It takes some seriously furry calculus to pull that trick off. The scene, though apocryphal, signifies the moment when human intelligence evolved to where it could model something that every spit-covered tennis ball-loving dog does as a matter of course. So what is intelligence? What I do know is that we really need to dial back on what we think so-called AI can do. I like the conceptualization that my friend Trevor Miles, the resident deep thinker at supply chain software vendor Kinaxis, uses for AI.
Nor is it necessary to even think in those terms. If all we do is remove the robot from the human and reduce the drudgery and risk of error that comes with trying to handle too much information to quickly, it will be a huge win. We now know better. This was the reaction when Sarah Franklin, who heads developer relations at Salesforce. Her applause was well-earned — Trailhead has emerged as the most energetic and engaged community of developers in the enterprise software space, particularly among Salesforce.
But being first in energy, enthusiasm, and even hyperbole — Salesforce. What all this enthusiasm and interest in Trailhead has exposed is a fundamental weakness in the overall Salesforce.
Or Trailhead and its Trailblazers will be relegated to enabling a mere slice of the vast innovation potential that exists in the enterprise. The problem of who develops innovation is part of the industry-wide shift to using technologies such as AI, ML, and IoT — though these three technologies are really proxies for all the coming net-new innovation in the enterprise.
These experts are gravitating to a combination of design thinking workshops and citizen-developer tools as a way of embodying innovation in new apps: Pretty much everything I see that is transformational is coming from this grass-roots effort inside the enterprise.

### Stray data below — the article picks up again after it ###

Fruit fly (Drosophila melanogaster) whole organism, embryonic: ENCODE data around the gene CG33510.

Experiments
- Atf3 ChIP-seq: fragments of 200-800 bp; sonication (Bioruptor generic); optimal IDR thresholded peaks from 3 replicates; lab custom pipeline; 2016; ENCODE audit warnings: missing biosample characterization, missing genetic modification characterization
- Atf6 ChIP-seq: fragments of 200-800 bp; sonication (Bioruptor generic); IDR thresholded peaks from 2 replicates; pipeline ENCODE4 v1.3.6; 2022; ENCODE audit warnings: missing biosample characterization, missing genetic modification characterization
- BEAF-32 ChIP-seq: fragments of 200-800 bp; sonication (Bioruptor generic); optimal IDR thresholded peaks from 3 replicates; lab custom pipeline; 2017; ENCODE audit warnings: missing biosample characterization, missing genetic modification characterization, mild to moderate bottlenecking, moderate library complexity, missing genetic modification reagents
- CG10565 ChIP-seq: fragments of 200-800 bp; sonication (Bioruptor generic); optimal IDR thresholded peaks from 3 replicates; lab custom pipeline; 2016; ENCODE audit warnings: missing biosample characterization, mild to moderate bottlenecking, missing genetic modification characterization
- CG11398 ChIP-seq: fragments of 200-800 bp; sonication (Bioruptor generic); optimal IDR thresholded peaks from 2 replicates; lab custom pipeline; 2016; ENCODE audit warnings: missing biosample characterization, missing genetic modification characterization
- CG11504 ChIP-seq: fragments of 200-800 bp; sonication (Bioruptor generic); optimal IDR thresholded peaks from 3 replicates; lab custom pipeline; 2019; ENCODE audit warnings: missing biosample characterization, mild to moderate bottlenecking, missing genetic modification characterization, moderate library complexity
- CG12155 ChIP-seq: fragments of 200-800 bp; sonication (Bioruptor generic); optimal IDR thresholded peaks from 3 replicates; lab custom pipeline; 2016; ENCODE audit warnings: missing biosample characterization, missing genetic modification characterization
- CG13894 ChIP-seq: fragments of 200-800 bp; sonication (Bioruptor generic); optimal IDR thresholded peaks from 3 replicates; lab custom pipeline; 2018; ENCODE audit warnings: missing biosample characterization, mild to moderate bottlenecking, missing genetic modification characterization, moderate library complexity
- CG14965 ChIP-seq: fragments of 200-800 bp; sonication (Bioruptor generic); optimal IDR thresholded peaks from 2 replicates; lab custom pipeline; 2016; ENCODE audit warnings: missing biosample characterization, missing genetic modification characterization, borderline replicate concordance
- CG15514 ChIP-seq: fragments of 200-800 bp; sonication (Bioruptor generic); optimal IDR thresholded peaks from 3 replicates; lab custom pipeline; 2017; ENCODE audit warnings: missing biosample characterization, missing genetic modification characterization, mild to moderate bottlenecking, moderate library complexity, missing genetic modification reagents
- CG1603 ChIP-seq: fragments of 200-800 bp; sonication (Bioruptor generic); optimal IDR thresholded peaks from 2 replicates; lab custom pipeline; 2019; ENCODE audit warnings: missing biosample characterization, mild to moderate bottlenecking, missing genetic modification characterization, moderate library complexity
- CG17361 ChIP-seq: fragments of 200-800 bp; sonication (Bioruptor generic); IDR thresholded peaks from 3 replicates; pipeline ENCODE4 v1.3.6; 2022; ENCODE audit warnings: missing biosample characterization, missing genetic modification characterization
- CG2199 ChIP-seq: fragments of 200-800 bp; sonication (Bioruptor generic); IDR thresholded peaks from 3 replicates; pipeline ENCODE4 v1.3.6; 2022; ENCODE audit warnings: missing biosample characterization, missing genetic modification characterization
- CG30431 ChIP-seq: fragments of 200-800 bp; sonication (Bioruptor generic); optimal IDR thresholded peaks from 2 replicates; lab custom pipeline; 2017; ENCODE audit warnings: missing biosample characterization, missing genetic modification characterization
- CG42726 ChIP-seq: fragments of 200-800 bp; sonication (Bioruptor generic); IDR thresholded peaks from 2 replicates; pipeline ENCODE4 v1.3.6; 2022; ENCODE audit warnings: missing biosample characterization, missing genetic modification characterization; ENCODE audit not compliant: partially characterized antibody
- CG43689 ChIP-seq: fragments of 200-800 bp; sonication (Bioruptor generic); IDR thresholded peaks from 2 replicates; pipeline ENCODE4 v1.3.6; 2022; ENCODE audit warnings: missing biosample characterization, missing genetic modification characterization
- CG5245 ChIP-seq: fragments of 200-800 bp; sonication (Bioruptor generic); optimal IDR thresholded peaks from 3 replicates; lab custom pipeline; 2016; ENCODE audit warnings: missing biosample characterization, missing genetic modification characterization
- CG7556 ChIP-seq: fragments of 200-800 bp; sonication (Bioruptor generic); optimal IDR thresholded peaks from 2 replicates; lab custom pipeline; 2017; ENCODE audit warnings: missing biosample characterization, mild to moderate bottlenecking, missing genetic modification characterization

You also need a decent and always growing innovation platform, and Einstein is arguably as good or better than most. And you need access to existing data and business processes that, at a minimum, can be used as a starting point for building new killer apps and processes.
Derivative and additive are perhaps the best way to describe many of the newly emergent apps coming out of digital transformation efforts: Very little transformation starts from a truly blank slate. And this is where being the best CRM platform in the industry — a point co-founder Parker Harris insists on being one of the polestars of the company — and having the best engagement model for CRM developers, starts to fall short.
The seeds of digital transformation have to come from across the enterprise, and the resulting apps will span the enterprise as well.
One of the most basic starting points for digital transformation is the breaking down of functional silos and the creation of cross-enterprise capabilities, and that means no single line of business will be in the lead all the time.
That transformation will need input and support from experts in those LOBs, not Salesforce. To be fair, not all Trailhead developers are Salesforce admins, and not all developers look to Trailhead for guidance and inspiration. Heroku, a Salesforce platform, is used by a lot of startups and developer groups for building innovative apps that have nothing to do with CRM, and the company is increasingly opening up Trailhead and other developer resources to embrace the professional developer class.
Remember that account control is a myth across the enterprise software market. Virtually all medium to large-size enterprises have multiple enterprise software systems — the overlap between Salesforce. And they increasingly have multiple platforms as well, including Azure, AWS, Google Cloud Platform, and others that are also competing for the hearts and minds of developers.